The Superhuman Athlete

Find out how Olga Kotelko stays fit physically and mentally at the age of 95.

Child Proofing versus Tool Using

By David F Lancy Ph.D. on August 27, 2015 in Benign Neglect
We may be “protecting” children from valuable experiences.

Frosh Week and Dangerous Drinking: What Can Parents Do?

By Michael Ungar Ph.D. on August 27, 2015 in Nurturing Resilience
While we know young people are likely to drink during frosh week, the real danger is that they could be dramatically under-estimating the amount of alcohol they're consuming. Here are some suggestions for parents who want to prevent their kids from developing a drinking problem.

Saving Lives from Suicide

By Lisa Firestone Ph.D. on August 27, 2015 in Compassion Matters
Making it more difficult for someone to access the means for suicide can provide them the time and space necessary, to awaken from the suicidal trance, to get to the help they need and, ultimately, save their lives. So, how can we get people to the help they need? What can we do on an individual level to help prevent suicide?

The perils of our “on-call” work culture

By Craig Dowden Ph.D. on August 27, 2015 in The Leader's Code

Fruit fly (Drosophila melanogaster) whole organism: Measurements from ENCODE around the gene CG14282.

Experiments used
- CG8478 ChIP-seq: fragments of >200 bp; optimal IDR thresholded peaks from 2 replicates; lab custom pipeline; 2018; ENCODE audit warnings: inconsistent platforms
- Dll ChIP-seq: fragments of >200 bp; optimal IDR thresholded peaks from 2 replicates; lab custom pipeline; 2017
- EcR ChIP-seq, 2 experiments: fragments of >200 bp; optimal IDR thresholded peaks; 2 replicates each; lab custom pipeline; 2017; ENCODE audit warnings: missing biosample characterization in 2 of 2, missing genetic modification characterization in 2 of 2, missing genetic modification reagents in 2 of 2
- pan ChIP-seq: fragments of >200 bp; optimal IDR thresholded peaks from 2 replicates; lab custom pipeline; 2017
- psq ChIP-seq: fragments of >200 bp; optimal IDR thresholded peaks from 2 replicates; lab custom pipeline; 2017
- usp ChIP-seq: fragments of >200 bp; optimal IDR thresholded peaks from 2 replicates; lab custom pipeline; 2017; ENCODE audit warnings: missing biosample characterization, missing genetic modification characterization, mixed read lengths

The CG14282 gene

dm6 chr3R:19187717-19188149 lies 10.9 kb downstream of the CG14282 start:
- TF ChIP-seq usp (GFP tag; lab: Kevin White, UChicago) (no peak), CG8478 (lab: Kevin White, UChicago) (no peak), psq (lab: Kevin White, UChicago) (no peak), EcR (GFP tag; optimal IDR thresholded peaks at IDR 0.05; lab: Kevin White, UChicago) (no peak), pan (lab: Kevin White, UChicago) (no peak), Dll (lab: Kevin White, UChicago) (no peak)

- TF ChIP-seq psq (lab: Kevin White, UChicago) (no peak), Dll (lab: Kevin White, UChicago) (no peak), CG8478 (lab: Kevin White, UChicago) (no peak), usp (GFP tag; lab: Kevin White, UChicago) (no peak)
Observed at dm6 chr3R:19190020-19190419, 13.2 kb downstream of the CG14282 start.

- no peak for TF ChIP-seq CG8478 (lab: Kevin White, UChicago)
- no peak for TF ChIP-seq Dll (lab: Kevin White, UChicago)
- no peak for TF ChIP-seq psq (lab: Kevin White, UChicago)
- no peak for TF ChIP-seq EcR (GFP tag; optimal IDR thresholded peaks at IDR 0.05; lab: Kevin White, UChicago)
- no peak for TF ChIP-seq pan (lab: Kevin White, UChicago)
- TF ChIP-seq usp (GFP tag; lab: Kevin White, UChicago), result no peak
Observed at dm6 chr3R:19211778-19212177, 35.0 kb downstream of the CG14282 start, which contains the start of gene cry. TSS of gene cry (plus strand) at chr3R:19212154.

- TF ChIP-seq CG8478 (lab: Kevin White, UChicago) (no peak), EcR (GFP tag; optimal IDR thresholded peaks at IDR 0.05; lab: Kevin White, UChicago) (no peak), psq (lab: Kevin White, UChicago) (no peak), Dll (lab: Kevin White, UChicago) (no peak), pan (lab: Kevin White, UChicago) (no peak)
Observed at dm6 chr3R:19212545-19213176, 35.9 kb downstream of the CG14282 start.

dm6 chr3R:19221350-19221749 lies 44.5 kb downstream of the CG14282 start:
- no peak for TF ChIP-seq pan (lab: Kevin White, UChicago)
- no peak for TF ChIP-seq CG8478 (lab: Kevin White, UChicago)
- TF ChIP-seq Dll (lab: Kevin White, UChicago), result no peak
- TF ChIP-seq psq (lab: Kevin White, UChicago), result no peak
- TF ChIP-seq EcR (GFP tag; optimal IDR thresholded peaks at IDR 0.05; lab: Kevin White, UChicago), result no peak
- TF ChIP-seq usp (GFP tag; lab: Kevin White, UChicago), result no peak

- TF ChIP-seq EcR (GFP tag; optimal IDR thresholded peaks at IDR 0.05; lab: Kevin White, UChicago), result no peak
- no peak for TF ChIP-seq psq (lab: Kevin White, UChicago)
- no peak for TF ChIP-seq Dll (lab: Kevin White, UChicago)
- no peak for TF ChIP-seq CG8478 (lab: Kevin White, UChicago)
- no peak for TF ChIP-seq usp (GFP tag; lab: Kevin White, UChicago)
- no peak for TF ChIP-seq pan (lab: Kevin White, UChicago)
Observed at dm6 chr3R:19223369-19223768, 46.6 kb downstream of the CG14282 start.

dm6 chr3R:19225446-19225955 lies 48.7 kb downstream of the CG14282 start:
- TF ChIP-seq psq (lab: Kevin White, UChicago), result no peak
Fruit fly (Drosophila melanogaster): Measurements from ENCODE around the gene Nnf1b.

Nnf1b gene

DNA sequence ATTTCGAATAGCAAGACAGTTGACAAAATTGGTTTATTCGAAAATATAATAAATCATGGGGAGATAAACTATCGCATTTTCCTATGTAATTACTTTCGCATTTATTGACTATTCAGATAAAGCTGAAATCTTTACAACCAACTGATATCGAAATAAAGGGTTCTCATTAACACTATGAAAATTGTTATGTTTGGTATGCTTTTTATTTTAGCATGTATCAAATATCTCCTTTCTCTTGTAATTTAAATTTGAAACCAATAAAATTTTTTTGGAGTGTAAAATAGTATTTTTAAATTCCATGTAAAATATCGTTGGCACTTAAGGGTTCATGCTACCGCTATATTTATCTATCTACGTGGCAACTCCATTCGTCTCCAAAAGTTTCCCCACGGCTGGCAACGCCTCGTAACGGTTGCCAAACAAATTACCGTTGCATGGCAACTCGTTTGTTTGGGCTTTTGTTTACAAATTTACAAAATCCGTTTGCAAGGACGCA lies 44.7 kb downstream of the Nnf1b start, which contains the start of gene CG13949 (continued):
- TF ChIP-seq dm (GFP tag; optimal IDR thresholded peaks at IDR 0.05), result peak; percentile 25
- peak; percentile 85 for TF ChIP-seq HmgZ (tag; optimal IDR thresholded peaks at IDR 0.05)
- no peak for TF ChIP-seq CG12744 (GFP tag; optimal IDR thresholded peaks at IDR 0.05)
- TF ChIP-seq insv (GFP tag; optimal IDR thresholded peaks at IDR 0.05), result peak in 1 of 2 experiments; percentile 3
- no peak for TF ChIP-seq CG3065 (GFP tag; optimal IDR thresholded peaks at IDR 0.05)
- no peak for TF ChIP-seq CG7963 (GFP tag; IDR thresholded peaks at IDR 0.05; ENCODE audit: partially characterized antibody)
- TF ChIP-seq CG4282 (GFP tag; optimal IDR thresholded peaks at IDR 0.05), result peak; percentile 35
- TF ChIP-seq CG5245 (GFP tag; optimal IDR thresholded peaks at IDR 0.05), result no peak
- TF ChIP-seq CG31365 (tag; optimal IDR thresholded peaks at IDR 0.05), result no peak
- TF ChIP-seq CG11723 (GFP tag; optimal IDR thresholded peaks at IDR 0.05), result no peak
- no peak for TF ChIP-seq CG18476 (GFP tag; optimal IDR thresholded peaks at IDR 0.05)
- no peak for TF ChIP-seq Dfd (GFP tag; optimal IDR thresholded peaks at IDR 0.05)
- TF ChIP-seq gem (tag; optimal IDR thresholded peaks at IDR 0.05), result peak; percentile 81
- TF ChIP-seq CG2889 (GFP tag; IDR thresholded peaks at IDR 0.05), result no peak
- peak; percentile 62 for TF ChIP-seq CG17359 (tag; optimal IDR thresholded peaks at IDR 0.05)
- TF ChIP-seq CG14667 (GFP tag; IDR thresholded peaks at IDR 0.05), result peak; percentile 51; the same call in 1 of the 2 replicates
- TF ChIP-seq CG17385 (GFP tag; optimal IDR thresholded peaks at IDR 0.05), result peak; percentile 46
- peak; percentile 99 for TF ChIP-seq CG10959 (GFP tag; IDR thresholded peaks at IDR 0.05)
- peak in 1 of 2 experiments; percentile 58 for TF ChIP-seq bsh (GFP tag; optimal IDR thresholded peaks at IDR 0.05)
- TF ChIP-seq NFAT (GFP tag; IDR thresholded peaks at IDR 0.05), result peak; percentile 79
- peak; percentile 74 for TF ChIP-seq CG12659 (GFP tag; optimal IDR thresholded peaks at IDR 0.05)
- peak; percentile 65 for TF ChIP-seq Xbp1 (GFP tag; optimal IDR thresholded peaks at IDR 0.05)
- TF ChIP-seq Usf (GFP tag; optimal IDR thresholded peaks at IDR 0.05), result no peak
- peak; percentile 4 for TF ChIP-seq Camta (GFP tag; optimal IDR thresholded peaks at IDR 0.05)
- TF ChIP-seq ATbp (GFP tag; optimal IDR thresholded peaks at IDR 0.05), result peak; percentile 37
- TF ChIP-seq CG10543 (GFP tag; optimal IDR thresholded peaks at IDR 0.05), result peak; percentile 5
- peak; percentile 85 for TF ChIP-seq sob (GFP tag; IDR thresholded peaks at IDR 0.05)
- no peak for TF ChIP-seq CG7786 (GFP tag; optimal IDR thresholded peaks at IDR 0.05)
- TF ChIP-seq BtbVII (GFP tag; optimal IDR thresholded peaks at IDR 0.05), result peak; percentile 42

It may surprise you that we are all "on-call" and it is taking a toll.

Between the World and Me: Walk a Mile in Someone’s Shoes

By Ira Hyman Ph.D. on August 27, 2015 in Mental Mishaps
To understand someone else, the advice is to walk a mile in that person’s shoes. Putting on shoes isn’t the way into another person’s existence. I need to get inside that person’s experiences. But how can I walk a mile inside someone else’s skin? I know one way to move inside someone’s experience – and it isn’t by putting on shoes.
How To Design Your Dream Job

How To Design Your Dream Job

By Aaron Hurst on August 27, 2015 in The Purpose Economy
No job is a perfect fit until you take ownership of it and make it your own.

4 Most Common Ways to Derail a Career

There are a variety of factors that can derail our careers, cause us to lose jobs or promotions, and lead to unending stress. Here are the most common career derailers.

Is the motivation behind the Virginia shootings contagious?

Paul Mullen, Christopher Cantor and colleagues have published an analysis of possible copy-cat mass slayings, where they argue the influence of one rampage on another may have occurred across continents, and even over many years.

20 Secrets of Successful Students

Some are common sense, some counterintuitive and all guaranteed to help you get the 'A'.

Virginia Shooting: When Tragedy Hits Social Media